It wasn't until after I completed my studies that my writing evolved and reached a state where I was confident that I could describe an idea in written form. That was when I wrote A Tale Of Tales: Advent (available online); with that novella, I also decided to apply my drawing skills because I felt that it added value, especially if my readers knew that I produced that cover myself, from pencil through to digital. Since then, I have worked to continue developing my skills and I believe that I am still improving, and my process for story creation is changing. My intention is create a masterpiece as a written book, TV series or even film, and so my journey continues...

That said, I have been mulling over a completely new story and I have reached the point where I am now creating a villain. The story is set in the pre-1800's, as a fictional lost fragment of history. I don't want to reveal any more because the story is still in a state of chaotic flux in my mind; that is, it may very well change.

Anyway, I figured it might be interesting to read the mental process behind the creation of a new villain, which in this tale is one among others. That said, this one needs to be unique; so, let us begin. I have already set a stage (Historical Earth-scape pre-1800's), which has some fictional 'patches'. The character needs a base, a foundation, just like a building; but in this case ideas will suffice. A good starting point is simplicity at its core; greed, lust, desire, envy, rage and of course ego; or perhaps others like resentment, faith, love, will, passion, detachment, etc. Although these are simply words, words convey ideas and they can act as building blocks towards creating the greater idea; i.e. in this case, the villain.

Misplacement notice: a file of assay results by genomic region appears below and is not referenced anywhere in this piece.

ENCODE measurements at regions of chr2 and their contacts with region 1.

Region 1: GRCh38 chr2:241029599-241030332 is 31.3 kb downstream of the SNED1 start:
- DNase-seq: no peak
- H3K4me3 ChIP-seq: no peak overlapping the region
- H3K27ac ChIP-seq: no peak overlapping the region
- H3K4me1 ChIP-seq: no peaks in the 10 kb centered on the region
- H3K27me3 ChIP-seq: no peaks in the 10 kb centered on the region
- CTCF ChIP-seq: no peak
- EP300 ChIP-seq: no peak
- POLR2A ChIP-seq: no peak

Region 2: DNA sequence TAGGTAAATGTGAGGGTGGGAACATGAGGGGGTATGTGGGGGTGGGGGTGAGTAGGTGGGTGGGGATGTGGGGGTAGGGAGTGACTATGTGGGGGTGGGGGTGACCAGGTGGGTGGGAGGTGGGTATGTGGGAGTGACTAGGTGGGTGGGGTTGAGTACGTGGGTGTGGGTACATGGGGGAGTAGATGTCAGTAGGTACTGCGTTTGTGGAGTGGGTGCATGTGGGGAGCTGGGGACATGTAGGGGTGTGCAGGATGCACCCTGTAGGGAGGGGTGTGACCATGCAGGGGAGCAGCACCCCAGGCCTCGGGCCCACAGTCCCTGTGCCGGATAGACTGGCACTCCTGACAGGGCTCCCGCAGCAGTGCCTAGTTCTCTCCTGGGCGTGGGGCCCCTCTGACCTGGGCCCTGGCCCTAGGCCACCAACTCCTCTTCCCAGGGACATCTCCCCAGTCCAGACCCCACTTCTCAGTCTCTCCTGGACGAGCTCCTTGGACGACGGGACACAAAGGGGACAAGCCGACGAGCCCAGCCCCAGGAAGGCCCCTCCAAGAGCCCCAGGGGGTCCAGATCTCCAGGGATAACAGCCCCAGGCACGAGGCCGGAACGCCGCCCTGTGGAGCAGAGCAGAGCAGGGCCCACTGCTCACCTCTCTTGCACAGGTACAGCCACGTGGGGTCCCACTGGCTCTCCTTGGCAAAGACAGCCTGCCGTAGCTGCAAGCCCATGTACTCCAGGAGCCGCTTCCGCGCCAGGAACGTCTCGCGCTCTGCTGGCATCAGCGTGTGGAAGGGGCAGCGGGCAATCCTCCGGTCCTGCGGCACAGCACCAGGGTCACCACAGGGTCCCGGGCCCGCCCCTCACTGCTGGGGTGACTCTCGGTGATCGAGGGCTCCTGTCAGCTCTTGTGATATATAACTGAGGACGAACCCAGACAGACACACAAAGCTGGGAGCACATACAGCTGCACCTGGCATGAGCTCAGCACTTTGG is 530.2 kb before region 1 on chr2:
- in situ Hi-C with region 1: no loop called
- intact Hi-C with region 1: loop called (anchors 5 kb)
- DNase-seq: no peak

It is my opinion that even the most psychopathic of villains will have a logical process that can be perceived (by yourself or another), which is obviously also morally questionable; even stark raving mad can fit into this category. Simply because the actions produce results due to the madness, whether right or wrong. For this character in this story his base will be greed – a desire to attain more and more, which becomes a passion driven by his will and ego, to become greater than the gods and he does this with utter detachment considering himself above his peers. You can see here the facets of his core that sway him away from the benign, particularly his delusion of grandeur. Now the next thing is to beef up these core traits and evoke an outward personality.